EBOOK; 864 P. DELL PUBLISHING CO., 1991 SOURCE: PURCHASED
The year is 1945. Claire Randall, a former combat nurse, is just back from the war and reunited with her husband on a second honeymoon when she walks through a standing stone in one of the ancient circles that dot the British Isles. Suddenly she is a Sassenach—an “outlander”—in a Scotland torn by war and raiding border clans in the year of Our Lord…1743.
Hurled back in time by forces she cannot understand, Claire is catapulted into the intrigues of lairds and spies that may threaten her life, and shatter her heart. For here James Fraser, a gallant young Scots warrior, shows her a love so absolute that Claire becomes a woman torn between fidelity and desire—and between two vastly different men in two irreconcilable lives.
TV and film adaptations truly have the power to pick-up backlist books and make the bestsellers again. Diana Gabaldon’s Outlander series has been enthralling readers since 1991, but I think it was only after the release of the trailer for the TV adaptation that the younger generation of readers became aware of it. In fact, Outlander is one in a long series of stories to take on new mediums of storytelling – The Song of Ice and Fire, The Great Gatsby, Anna Karenina, The Martian, Room. Although book lovers generally prefer to read the book before seeing the adaptation, it must be admitted that these films and TV series often encourage non-readers or casual readers to return to the realm of reading. And yes, I confess that I probably wouldn’t have read Outlander if I hadn’t watched the pilot episode and got invested in the story.
Outlander is a historical fiction novel that begins in 1945 when the protagonist of the novel, Claire, travels to the Scottish highlands with her husband Frank from whom she has long been separated due to war. The trip to Scotland ties together with Frank’s upcoming post as a history professor and his interest in tracking down his heritage. Claire, however, is using the trip to reacquaint herself with her husband and think about her future now that the war is over. Fate, however, has other plans for Claire: visiting one of the many historical sites, she touches a stone and falls 200 years back in time only to run into Frank’s great-great-great-great-great grandfather and there after taken by Scottish countrymen who are planning to rebel against the English rule. Lost in time, Claire tries to adapt herself into her new surroundings whilst looking for a way to return, but finds herself attached to a young Scottish stable lad.
Sounds like your everyday time-travel historical romance novel? Think again. Outlander is a confusing, surprising and conflicting book. The beginning of the story introduces the characters, the time period and the surroundings, and in my opinion it was the point in the story that I enjoyed the most; I can definitely see why so many people have fallen in love with this book. I gobbled several hundred pages in just a few days. However, after the excitement of the new situation started to wear off, the book began to fall apart. The main focus suddenly shifts to the sexual tension between the two main characters which escalates in a span of few chapters, and almost as a counterbalance to all the romance, the book get violent – assault, rape, murder, torture, trauma, you name it. Violence itself doesn’t turn me off a book, per se, except when it’s used for no apparent reason than just adding more pages to the story. I mean if you thought Hanya Yanagihara’s A Little Life was torture-porn, steer clear of Outlander!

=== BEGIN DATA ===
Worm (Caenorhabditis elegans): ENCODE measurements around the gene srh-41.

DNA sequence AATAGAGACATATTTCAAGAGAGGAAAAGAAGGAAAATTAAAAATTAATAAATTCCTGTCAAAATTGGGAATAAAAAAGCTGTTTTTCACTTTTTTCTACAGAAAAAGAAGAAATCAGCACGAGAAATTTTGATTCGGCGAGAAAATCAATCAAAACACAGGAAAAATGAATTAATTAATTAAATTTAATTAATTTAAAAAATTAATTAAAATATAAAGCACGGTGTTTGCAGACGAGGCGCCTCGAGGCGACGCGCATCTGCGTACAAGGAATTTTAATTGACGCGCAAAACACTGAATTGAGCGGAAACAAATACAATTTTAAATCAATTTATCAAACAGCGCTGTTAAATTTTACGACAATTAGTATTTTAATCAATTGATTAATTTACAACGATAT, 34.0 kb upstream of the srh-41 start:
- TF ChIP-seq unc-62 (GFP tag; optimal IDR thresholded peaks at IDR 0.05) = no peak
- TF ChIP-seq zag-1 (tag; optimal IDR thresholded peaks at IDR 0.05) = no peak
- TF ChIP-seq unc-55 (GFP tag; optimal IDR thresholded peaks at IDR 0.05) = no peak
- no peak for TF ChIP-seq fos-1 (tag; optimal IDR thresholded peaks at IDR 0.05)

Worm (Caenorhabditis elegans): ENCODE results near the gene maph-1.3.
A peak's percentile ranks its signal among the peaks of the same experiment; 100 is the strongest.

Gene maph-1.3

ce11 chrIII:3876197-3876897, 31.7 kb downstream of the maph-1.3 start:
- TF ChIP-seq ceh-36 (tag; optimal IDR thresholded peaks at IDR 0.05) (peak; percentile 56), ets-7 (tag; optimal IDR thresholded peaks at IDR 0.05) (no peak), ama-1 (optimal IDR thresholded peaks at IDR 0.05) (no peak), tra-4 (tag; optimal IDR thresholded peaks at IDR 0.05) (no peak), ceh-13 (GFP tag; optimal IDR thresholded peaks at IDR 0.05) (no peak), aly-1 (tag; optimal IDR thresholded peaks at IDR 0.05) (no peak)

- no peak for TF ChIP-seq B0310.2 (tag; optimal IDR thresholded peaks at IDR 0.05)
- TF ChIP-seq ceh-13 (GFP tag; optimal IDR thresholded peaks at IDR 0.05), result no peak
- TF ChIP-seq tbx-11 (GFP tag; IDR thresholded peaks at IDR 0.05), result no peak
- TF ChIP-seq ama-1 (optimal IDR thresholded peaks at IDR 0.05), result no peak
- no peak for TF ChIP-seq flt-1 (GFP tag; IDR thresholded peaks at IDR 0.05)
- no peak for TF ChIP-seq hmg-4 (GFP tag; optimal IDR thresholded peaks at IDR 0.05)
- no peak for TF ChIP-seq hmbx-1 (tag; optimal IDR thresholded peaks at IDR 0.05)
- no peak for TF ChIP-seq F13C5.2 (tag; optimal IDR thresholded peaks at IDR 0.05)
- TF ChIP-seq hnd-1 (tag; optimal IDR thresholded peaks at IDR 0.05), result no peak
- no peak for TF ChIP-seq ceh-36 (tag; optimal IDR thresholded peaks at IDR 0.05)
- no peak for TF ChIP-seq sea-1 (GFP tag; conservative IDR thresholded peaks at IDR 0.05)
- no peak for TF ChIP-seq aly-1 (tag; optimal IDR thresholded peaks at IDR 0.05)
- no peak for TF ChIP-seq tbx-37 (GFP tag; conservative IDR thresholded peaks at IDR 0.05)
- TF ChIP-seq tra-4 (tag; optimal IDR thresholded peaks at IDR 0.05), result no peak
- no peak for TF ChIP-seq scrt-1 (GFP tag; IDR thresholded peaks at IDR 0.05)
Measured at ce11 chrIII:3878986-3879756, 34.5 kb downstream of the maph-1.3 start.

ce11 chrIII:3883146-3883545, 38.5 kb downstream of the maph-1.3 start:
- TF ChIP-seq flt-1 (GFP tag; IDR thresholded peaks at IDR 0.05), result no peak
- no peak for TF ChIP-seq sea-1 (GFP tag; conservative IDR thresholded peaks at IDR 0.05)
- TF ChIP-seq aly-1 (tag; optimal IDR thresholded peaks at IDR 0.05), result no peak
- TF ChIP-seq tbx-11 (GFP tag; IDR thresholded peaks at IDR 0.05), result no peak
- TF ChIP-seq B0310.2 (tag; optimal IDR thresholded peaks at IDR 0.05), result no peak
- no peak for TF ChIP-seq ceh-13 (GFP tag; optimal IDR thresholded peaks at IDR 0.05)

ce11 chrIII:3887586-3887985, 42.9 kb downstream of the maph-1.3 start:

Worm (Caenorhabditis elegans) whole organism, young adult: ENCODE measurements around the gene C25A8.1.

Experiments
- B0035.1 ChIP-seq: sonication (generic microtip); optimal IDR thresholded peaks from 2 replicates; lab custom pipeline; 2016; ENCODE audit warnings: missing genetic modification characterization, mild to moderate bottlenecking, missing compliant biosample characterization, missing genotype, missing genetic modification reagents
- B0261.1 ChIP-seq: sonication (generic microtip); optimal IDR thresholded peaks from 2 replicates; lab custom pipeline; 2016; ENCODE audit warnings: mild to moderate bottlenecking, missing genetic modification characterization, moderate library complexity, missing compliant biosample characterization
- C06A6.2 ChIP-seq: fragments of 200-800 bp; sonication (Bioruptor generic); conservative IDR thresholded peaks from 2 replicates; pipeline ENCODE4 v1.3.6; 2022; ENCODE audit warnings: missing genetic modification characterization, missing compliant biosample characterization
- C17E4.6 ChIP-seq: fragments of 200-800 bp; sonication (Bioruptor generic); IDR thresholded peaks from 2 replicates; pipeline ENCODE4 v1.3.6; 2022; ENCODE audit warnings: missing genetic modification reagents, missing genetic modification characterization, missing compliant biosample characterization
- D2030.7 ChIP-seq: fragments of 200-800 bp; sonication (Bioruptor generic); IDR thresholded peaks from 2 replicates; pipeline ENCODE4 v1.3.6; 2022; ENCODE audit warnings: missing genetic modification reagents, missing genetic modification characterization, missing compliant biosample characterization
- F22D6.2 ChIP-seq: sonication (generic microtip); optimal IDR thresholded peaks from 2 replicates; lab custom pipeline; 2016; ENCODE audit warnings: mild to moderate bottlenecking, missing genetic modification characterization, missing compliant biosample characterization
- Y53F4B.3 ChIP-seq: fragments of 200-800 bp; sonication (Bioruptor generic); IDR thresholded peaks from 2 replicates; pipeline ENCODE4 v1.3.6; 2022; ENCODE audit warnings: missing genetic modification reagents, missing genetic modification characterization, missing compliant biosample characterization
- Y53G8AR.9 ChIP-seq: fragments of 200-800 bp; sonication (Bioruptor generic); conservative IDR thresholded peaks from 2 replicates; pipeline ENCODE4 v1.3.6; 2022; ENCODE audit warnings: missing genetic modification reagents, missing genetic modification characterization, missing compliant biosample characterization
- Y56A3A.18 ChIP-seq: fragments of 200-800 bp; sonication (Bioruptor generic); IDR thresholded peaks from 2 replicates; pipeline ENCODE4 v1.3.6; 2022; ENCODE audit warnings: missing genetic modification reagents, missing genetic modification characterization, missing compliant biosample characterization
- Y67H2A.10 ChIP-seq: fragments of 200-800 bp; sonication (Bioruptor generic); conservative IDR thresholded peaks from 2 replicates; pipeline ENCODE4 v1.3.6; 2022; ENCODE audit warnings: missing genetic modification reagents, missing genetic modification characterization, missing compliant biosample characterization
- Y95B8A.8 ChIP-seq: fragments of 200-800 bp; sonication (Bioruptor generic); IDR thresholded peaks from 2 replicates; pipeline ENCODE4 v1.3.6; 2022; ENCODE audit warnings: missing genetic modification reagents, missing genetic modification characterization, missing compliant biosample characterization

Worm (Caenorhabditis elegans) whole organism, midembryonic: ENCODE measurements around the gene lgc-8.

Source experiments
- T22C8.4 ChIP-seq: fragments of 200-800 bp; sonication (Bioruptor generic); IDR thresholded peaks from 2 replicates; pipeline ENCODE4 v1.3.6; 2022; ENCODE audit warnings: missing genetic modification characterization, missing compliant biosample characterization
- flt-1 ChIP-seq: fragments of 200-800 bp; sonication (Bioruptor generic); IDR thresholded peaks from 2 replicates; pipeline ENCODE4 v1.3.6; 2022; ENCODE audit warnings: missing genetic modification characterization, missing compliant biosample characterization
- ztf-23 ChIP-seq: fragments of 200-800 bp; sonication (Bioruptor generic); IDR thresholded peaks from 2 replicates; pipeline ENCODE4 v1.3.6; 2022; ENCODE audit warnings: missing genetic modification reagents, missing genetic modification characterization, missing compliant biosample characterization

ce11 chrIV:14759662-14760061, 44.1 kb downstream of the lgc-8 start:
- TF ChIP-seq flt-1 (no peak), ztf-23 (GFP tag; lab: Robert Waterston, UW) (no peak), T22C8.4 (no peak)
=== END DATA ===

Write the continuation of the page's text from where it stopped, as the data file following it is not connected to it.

Aside from the violence, what confused me in Outlander was the lack of an overarching storyline. Usually books have several storylines, but there tends to be always one that is stronger, more emphasised, and that carries throughout the novel. In Outlander, however, none of the storylines seem to stand out; it’s more like a series of storylines that sometimes overlap, but mostly stay separated from each other. Having grown used to the overarching type of stories, reading this book was both distracting and fresh. I found the story hard to grasp at times, and especially towards the end the book started to drag on and on without any indication of coming to an end.
All this being said, what I loved about Outlander was its take on heros and heroines. The book steers clear of some of the most common tropes of the genre and doesn’t shy away from the cultural clashes between gender roles in different time periods. The book also takes acknowledges the aspects of both physical as well as psychological healing. Overall, I’m sad to say that Outlander wasn’t my cup of tea, and I don’t think I’ll be continuing on with the series. However, if you’re interested in historical fiction, Scotland and don’t mind violence or descriptions of sex, you might want to give this a try. I wouldn’t recommend this to younger readers, though, as it is rather graphic.
Seen without the suddenness of surprise, there was nothing frightening about the dead man; there never is. No matter how ugly the manner in which a man dies, it’s only the presence of a suffering human soul that is horrifying; once gone, what is left is only an object.
Have you read Outlander or watched the TV series, and if yes, what did you think of it? I’d love to hear other opinions on this book.